The following article does NOT constitute legal advice and should not be used as such. It is for educational purposes only. Readers should retain legal counsel to obtain definitive answers.
Envision this scenario: Employer hires a vendor to offer flu shots to all employees. Employees write their name on a list that all other employees (and employer) can see. On the day of the flu shot clinic, employees who registered stand in a hallway waiting their turn, in view of other employees and their bosses. Does this situation violate the employees’ HIPAA privacy rights?
The answer is probably not. Why, you may ask? There are several reasons. First, we must assume that because this flu shot clinic is being offered to all employees through a vendor, that this clinic is not through the employer’s group health plan. Most group health plans are subject to HIPAA privacy rules because they are “covered entities” under HIPAA. There are three types of covered entities: 1) health plans (of which most group health plans are a part); 2) health care providers; and 3) clearinghouses. 45 CFR § 160.103. Employers by themselves do not fit within any of those categories, so they are not subject to HIPAA privacy rules.
Second, HIPAA privacy rules govern the use and disclosure of “protected health information” or “PHI.” HIPAA privacy rules exempt “employment records” from the definition of PHI. See 45 CFR § 160.103.
Third, the federal Department of Health and Human Services (HHS) issued a fact sheet about when and how HIPAA privacy rules apply to workplace wellness programs. Often, flu shot clinics may be part of a workplace wellness program. According to HHS, where a workplace wellness program is offered by an employer directly and not as part of a group health plan, the health information that is collected from employees by the employer is not protected by the HIPAA privacy rules. However, other federal or state laws may apply and regulate the collection and/or use of the information. See https://www.hhs.gov/hipaa/for-professionals/privacy/workplace-wellness/.
If the health care professional administering the flu shot is not performing a HIPAA covered transaction after administering the flu shot, he or she would not be subject to the HIPAA privacy rules.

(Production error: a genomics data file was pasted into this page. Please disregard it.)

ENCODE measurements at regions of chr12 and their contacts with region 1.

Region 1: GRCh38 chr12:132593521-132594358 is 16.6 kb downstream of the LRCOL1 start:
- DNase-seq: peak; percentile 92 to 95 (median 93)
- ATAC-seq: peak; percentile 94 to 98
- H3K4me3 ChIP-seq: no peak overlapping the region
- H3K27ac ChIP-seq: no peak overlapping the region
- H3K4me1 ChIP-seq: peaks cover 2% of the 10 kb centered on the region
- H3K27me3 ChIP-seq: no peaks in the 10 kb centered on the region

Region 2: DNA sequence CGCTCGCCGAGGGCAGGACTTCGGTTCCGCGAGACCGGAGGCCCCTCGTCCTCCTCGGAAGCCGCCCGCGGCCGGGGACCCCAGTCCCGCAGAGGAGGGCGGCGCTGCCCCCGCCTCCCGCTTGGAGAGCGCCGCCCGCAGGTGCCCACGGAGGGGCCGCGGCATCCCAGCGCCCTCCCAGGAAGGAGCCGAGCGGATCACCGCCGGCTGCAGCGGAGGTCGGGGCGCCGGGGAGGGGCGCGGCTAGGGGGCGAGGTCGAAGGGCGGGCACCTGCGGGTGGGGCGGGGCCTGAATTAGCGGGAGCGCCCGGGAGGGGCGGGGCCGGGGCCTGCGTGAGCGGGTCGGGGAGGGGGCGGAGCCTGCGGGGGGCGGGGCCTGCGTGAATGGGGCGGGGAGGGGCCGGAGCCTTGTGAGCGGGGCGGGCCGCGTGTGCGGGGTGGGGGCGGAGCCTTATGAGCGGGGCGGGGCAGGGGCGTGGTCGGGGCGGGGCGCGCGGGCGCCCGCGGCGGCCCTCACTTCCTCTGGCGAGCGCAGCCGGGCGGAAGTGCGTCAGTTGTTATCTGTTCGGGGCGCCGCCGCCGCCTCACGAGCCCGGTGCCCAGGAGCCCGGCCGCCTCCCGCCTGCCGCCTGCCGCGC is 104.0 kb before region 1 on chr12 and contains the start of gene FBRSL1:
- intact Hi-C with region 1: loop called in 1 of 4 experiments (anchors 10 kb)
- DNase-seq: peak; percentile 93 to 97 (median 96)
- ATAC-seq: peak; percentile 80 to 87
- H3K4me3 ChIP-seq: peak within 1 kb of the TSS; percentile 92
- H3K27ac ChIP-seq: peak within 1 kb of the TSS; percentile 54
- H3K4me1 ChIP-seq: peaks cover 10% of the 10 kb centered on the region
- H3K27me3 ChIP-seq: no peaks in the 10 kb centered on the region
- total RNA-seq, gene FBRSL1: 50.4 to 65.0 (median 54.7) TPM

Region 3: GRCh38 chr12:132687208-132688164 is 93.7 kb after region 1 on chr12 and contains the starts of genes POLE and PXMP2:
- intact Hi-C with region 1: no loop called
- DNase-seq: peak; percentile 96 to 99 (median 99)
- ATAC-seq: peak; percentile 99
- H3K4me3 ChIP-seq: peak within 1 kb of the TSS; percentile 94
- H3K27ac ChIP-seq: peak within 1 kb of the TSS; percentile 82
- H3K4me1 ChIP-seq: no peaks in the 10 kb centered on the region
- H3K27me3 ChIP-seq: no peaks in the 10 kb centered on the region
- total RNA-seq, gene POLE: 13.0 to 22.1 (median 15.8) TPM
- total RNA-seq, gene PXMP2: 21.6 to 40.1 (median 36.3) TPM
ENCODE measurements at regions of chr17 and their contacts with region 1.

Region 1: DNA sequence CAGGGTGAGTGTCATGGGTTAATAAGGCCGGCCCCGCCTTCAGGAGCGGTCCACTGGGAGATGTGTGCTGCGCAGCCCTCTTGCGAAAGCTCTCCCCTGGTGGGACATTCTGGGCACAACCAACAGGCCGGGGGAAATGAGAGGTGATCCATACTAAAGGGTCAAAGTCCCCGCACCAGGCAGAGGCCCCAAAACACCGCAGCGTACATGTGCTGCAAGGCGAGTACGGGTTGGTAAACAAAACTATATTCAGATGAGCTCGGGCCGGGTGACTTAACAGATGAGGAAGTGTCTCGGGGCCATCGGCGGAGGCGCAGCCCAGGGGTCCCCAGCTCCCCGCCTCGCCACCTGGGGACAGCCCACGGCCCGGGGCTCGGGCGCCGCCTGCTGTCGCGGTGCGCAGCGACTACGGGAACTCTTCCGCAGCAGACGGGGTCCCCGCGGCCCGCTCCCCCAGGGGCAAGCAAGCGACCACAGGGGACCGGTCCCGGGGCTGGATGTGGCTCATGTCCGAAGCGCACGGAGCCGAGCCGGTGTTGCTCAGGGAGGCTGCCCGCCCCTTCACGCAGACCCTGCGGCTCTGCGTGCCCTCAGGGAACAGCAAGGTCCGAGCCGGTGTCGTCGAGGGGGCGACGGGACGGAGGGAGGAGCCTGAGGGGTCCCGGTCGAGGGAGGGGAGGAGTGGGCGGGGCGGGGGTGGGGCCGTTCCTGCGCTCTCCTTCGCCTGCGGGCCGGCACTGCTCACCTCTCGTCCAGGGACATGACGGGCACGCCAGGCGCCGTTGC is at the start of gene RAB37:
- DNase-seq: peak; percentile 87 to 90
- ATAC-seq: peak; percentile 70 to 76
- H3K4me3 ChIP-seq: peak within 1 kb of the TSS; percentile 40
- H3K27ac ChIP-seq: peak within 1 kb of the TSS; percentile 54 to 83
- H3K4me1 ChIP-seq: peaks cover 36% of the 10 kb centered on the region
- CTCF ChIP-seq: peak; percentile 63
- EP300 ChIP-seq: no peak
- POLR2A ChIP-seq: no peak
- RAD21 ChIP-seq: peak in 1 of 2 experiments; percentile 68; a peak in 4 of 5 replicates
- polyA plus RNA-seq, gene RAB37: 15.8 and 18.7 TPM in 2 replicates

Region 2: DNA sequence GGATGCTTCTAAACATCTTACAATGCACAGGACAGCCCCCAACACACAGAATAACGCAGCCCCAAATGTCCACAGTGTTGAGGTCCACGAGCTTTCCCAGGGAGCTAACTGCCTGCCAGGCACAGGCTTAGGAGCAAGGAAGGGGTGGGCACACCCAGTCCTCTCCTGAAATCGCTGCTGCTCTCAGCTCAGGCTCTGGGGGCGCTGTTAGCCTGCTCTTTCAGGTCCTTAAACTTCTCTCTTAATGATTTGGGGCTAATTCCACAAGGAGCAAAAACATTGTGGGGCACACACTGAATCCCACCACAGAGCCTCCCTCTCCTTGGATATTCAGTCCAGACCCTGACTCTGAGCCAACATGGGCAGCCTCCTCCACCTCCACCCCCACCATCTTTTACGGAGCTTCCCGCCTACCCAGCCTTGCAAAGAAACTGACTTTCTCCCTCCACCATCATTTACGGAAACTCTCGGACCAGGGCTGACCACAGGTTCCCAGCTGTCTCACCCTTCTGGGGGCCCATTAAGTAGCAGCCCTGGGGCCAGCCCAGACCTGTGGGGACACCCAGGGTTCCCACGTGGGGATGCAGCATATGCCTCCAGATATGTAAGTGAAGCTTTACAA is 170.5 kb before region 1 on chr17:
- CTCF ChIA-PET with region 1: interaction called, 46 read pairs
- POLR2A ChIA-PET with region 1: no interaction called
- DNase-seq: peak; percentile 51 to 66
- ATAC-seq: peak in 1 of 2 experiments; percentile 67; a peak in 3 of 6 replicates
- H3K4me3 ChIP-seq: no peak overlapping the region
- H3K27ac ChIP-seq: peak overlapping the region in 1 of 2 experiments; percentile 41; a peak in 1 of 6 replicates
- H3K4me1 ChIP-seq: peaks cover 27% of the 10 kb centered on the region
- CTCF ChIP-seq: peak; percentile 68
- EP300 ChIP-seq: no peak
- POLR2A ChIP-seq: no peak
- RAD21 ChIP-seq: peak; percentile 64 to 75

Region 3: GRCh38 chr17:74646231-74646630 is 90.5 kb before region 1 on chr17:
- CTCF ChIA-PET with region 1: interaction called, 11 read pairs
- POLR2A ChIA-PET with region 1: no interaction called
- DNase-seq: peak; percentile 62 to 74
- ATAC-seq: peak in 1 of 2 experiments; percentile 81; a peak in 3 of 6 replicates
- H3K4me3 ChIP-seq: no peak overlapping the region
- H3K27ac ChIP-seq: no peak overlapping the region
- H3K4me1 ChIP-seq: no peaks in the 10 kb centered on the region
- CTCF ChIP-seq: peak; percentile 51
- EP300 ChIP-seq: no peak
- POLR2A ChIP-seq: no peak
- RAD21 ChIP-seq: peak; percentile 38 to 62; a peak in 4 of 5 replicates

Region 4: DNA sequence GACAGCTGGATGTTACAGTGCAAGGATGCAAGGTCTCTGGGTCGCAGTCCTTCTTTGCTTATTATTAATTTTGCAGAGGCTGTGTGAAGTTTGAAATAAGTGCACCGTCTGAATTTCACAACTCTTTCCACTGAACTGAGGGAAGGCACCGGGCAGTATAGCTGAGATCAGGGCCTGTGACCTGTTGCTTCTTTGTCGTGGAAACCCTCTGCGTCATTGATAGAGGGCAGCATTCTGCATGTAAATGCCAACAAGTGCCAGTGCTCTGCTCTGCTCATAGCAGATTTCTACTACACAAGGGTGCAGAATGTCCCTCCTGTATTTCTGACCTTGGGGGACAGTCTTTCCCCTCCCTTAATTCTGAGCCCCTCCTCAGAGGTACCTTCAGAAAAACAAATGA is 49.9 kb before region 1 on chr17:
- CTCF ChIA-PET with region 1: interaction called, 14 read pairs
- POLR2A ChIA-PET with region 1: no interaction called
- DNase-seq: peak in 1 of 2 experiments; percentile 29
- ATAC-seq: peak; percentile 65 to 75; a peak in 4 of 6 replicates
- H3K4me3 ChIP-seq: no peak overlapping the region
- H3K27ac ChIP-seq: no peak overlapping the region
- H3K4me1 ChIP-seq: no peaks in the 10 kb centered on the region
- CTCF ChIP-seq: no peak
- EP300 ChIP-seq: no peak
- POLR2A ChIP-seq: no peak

So, back to our scenario. The fact that employees register for the flu shot clinic and stand in the hallways waiting their turn does not violate their HIPAA privacy rights because the employer is not a HIPAA covered entity in this example.
But what if the flu shot was offered through the employer’s health plan to health plan enrollees? In that case, the health plan would be a HIPAA covered entity and would need to take steps to ensure the privacy of employees who participated in the flu shot clinic. Because it is the health plan that is administering the program, any health information collected would constitute PHI. If the employer in that scenario wanted individually identifiable information collected from the flu clinic, the health plan would need to ensure that the employer meets certain requirements under HIPAA before disclosing that information. Specifically, the employer would need the information for plan administration functions and it would need to modify its plan documents to restrict uses and disclosures of such information in accordance with HIPAA privacy requirements. 45 CFR § 164.504(f)(1).
One last question: What about the vendor in this case scenario? Is the vendor who delivers the flu shot subject to HIPAA privacy rules? Assuming the vendor consists of health care professionals, they may be subject to HIPAA privacy rules. Health care providers are “covered entities” under HIPAA if they transmit health information in electronic form in connection with a HIPAA covered transaction. 45 CFR § 160.103. Those transactions usually encompass submitting insurance claims for payment or submitting encounter information. If the health care professional administering the flu shot is not performing a HIPAA covered transaction after administering the flu shot, he or she would not be subject to the HIPAA privacy rules. That is most likely the case in this case scenario, so the employees’ HIPAA privacy rights would not be at stake.
Barbara J. Zabawa
President of the Center for Health and Wellness Law, LLC